In a long and interesting Wired post (Kill the Password: Why a String of Characters Can’t Protect Us Anymore) at the backend of last year, Matt Honan wrote about how easy it is for a hacker to crack pretty well any given password. One part of his argument is that, given enough time and using modern password hacking tools, even strong passwords can be cracked relatively easily.
Also in Wired, Nate Anderson wrote yesterday (How I became a password cracker) about how easy it was for him – a non-hacker – to acquire the skills and tools to become an effective password cracker. If you think that people worrying about passwords is all a lot of hot air, and that, anyway, ‘it couldn’t happen to you – or to anyone in your company’, then these two articles are essential reading.
There are two possible takeaways from these articles. The first is that it’s time to go beyond passwords, to two-factor authentication and the more widespread use of software like Trusteer Rapport. While this is a logical direction of travel for organisations with deeper pockets (and we’re seeing more and more of these sorts of solutions from online banking institutions), it’s not so easy in the short term for individuals or most other organisations.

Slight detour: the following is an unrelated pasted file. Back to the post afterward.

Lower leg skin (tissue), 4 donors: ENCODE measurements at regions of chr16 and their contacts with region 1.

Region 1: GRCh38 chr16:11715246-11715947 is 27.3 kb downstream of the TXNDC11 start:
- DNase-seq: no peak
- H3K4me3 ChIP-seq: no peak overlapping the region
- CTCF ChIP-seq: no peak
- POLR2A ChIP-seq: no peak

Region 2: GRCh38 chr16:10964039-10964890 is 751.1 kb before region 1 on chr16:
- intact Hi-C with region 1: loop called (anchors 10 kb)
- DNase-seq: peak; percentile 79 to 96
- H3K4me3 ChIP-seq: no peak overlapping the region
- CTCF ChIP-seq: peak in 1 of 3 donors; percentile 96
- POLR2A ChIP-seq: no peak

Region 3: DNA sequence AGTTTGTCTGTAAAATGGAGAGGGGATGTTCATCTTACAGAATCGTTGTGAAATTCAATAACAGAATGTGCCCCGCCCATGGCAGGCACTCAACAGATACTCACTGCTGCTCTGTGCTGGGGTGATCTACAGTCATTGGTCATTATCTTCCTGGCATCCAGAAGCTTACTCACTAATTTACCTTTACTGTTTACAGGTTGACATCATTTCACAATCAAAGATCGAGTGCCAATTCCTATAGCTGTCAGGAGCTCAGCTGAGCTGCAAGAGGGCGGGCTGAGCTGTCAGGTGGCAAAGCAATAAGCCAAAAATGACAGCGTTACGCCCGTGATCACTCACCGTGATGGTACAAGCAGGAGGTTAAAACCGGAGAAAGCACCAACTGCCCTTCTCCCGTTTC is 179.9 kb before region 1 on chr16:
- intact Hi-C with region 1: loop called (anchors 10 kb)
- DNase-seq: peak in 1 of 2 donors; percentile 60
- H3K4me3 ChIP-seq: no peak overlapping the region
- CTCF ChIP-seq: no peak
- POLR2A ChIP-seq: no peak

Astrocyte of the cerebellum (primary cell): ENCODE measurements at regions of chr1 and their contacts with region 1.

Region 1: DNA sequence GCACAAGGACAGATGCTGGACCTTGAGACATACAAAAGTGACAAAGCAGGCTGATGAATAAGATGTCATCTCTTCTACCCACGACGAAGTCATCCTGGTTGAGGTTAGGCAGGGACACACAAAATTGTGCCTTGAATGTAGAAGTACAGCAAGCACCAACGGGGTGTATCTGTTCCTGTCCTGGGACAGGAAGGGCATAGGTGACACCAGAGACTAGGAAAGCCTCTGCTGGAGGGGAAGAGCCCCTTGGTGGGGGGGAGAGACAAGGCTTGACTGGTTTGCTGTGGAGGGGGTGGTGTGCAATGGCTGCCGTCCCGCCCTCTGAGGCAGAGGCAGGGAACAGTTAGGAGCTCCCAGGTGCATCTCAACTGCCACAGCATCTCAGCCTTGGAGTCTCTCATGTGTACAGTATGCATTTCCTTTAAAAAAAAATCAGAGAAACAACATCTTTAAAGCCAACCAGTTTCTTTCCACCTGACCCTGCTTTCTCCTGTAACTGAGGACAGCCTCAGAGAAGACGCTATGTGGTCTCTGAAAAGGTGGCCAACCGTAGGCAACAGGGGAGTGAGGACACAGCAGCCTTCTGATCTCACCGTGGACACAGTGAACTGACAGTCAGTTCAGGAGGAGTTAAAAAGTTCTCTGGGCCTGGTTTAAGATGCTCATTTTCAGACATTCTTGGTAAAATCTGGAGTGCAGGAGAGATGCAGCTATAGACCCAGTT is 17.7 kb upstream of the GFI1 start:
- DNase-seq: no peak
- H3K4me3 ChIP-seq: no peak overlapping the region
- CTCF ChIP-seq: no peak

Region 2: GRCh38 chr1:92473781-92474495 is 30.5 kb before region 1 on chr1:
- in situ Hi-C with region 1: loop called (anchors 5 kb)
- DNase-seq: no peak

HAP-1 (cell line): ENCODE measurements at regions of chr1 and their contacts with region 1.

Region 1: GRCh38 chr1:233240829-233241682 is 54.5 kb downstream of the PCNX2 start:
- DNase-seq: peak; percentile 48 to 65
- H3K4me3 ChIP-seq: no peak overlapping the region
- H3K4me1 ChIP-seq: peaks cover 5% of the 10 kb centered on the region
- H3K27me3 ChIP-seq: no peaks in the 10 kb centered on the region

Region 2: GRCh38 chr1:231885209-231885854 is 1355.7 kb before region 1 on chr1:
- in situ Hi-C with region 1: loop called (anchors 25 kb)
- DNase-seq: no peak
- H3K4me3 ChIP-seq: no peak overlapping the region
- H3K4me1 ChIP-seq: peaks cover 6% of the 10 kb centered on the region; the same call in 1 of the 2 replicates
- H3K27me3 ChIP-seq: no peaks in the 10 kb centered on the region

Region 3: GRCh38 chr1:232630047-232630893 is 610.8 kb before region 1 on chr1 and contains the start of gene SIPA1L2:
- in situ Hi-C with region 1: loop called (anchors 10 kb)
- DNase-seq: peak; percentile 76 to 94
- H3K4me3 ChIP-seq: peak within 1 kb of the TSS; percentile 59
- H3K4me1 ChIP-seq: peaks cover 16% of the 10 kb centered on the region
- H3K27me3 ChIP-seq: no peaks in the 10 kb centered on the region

For individuals, the only short term solution is a combination of a strong password – 8 alphanumeric characters(combining numbers, letters, upper and lower case, special characters) changed at least every 90 days – and sustained, suspicious vigilance – particularly of anyone or anything asking for sensitive information (birthday, mother’s maiden name) under any circumstances.
For other organisations, staff training and awareness – ideally delivered within a structured ISO27001 Information Security Management System that enforces proper password selection and management – is the essential, immediate step. The best and most effective way to deliver staff training and awareness is online – using an easily customisable, pre-created e-learning solution. Organisations that postpone the decision to take a structured, formal approach to information security are very like dinosaurs who thought that meteor-triggered climate change wouldn’t affect them. After all, the most commonly used passwords today are still 123456 and passw0rd.